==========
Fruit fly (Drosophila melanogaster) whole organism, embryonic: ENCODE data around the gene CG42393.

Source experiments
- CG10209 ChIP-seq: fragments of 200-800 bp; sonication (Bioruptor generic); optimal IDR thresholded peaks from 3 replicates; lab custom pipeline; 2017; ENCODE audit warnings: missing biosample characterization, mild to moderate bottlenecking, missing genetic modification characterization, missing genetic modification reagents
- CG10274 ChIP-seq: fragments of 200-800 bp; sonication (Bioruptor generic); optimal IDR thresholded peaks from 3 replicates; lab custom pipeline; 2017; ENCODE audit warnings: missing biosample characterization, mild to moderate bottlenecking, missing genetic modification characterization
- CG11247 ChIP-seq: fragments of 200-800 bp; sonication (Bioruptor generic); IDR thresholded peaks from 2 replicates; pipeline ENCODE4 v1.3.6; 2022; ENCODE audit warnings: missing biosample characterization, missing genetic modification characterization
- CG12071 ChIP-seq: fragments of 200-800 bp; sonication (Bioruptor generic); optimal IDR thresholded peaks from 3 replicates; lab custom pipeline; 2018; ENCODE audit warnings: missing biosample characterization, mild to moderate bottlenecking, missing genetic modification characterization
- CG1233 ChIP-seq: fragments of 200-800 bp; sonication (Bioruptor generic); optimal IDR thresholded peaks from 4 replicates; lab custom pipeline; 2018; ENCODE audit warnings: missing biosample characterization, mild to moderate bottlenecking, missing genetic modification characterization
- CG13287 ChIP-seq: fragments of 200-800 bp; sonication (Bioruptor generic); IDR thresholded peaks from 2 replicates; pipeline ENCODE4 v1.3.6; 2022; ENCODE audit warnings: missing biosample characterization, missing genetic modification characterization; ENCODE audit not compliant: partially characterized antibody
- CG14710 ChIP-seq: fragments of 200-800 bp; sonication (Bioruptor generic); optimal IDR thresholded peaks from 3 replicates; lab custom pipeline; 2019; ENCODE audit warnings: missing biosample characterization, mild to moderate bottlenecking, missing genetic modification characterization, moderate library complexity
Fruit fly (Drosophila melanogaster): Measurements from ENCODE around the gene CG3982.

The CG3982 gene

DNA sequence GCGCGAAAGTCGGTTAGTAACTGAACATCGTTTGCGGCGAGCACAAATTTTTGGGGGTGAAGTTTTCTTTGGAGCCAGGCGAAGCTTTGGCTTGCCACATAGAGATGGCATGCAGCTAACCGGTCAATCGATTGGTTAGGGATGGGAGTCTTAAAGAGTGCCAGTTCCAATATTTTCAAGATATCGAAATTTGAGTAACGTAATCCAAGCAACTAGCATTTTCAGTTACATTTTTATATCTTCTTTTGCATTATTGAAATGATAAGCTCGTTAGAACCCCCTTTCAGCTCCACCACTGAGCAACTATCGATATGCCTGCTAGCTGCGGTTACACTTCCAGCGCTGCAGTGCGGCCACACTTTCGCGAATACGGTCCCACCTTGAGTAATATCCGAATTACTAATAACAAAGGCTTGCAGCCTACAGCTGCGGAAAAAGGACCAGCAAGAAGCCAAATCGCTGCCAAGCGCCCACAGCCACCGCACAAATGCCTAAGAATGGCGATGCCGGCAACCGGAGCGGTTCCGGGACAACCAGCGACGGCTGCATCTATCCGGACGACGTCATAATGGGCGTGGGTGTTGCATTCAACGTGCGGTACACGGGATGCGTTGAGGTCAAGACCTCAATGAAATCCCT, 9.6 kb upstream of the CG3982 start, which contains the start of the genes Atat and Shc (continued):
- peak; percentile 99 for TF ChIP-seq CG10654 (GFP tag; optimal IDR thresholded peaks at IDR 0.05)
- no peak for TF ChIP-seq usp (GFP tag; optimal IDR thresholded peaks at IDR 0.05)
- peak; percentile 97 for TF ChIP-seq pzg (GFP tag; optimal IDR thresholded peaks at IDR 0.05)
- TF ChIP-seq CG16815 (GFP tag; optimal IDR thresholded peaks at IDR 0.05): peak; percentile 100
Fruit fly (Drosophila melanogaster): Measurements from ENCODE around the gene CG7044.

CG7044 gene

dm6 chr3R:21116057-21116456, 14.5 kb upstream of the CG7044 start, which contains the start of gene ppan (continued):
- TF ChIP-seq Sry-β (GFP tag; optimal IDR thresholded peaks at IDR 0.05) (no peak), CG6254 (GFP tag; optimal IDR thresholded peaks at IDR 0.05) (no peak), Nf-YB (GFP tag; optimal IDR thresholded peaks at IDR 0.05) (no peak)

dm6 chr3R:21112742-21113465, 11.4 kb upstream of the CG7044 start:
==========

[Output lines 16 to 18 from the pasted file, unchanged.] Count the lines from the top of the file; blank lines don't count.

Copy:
- TF ChIP-seq CG16815 (GFP tag; optimal IDR thresholded peaks at IDR 0.05): peak; percentile 100
Fruit fly (Drosophila melanogaster): Measurements from ENCODE around the gene CG7044.

CG7044 gene